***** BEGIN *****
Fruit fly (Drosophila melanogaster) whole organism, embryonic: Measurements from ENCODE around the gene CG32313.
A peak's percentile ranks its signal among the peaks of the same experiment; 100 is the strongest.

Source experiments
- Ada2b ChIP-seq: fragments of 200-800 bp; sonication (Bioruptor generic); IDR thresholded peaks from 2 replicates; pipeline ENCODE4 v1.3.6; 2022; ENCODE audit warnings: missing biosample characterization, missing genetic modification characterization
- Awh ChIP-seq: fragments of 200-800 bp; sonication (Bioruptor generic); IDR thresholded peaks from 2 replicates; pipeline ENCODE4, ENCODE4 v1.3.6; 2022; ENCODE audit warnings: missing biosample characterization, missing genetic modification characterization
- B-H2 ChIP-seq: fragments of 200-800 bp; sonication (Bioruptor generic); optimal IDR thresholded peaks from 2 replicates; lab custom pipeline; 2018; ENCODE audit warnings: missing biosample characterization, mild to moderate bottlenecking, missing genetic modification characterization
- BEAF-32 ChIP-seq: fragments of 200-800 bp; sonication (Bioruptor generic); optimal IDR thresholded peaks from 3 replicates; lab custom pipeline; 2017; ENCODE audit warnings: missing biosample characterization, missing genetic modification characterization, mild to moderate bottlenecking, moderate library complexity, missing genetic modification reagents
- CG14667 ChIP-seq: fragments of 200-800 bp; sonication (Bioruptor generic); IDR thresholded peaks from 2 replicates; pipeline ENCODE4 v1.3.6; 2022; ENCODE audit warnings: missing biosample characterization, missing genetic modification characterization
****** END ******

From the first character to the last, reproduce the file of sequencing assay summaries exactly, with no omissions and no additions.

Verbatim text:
Fruit fly (Drosophila melanogaster) whole organism, embryonic: Measurements from ENCODE around the gene CG32313.
A peak's percentile ranks its signal among the peaks of the same experiment; 100 is the strongest.

Source experiments
- Ada2b ChIP-seq: fragments of 200-800 bp; sonication (Bioruptor generic); IDR thresholded peaks from 2 replicates; pipeline ENCODE4 v1.3.6; 2022; ENCODE audit warnings: missing biosample characterization, missing genetic modification characterization
- Awh ChIP-seq: fragments of 200-800 bp; sonication (Bioruptor generic); IDR thresholded peaks from 2 replicates; pipeline ENCODE4, ENCODE4 v1.3.6; 2022; ENCODE audit warnings: missing biosample characterization, missing genetic modification characterization
- B-H2 ChIP-seq: fragments of 200-800 bp; sonication (Bioruptor generic); optimal IDR thresholded peaks from 2 replicates; lab custom pipeline; 2018; ENCODE audit warnings: missing biosample characterization, mild to moderate bottlenecking, missing genetic modification characterization
- BEAF-32 ChIP-seq: fragments of 200-800 bp; sonication (Bioruptor generic); optimal IDR thresholded peaks from 3 replicates; lab custom pipeline; 2017; ENCODE audit warnings: missing biosample characterization, missing genetic modification characterization, mild to moderate bottlenecking, moderate library complexity, missing genetic modification reagents
- CG14667 ChIP-seq: fragments of 200-800 bp; sonication (Bioruptor generic); IDR thresholded peaks from 2 replicates; pipeline ENCODE4 v1.3.6; 2022; ENCODE audit warnings: missing biosample characterization, missing genetic modification characterization